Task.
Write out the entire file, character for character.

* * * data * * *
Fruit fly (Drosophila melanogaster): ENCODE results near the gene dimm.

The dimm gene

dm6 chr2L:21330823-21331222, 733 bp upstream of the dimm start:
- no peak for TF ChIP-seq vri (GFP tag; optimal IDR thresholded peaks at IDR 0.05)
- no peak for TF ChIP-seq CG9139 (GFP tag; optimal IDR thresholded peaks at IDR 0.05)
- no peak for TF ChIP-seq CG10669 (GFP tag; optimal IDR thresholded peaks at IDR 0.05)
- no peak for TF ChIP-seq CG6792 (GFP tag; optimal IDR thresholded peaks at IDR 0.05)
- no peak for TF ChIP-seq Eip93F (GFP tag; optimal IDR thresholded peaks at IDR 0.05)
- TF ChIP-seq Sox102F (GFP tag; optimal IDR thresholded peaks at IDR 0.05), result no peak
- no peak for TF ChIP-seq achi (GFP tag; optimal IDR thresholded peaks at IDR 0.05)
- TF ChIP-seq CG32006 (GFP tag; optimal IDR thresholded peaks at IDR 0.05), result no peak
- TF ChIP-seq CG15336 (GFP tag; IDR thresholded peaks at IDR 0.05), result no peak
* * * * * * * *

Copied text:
Fruit fly (Drosophila melanogaster): ENCODE results near the gene dimm.

The dimm gene

dm6 chr2L:21330823-21331222, 733 bp upstream of the dimm start:
- no peak for TF ChIP-seq vri (GFP tag; optimal IDR thresholded peaks at IDR 0.05)
- no peak for TF ChIP-seq CG9139 (GFP tag; optimal IDR thresholded peaks at IDR 0.05)
- no peak for TF ChIP-seq CG10669 (GFP tag; optimal IDR thresholded peaks at IDR 0.05)
- no peak for TF ChIP-seq CG6792 (GFP tag; optimal IDR thresholded peaks at IDR 0.05)
- no peak for TF ChIP-seq Eip93F (GFP tag; optimal IDR thresholded peaks at IDR 0.05)
- TF ChIP-seq Sox102F (GFP tag; optimal IDR thresholded peaks at IDR 0.05), result no peak
- no peak for TF ChIP-seq achi (GFP tag; optimal IDR thresholded peaks at IDR 0.05)
- TF ChIP-seq CG32006 (GFP tag; optimal IDR thresholded peaks at IDR 0.05), result no peak
- TF ChIP-seq CG15336 (GFP tag; IDR thresholded peaks at IDR 0.05), result no peak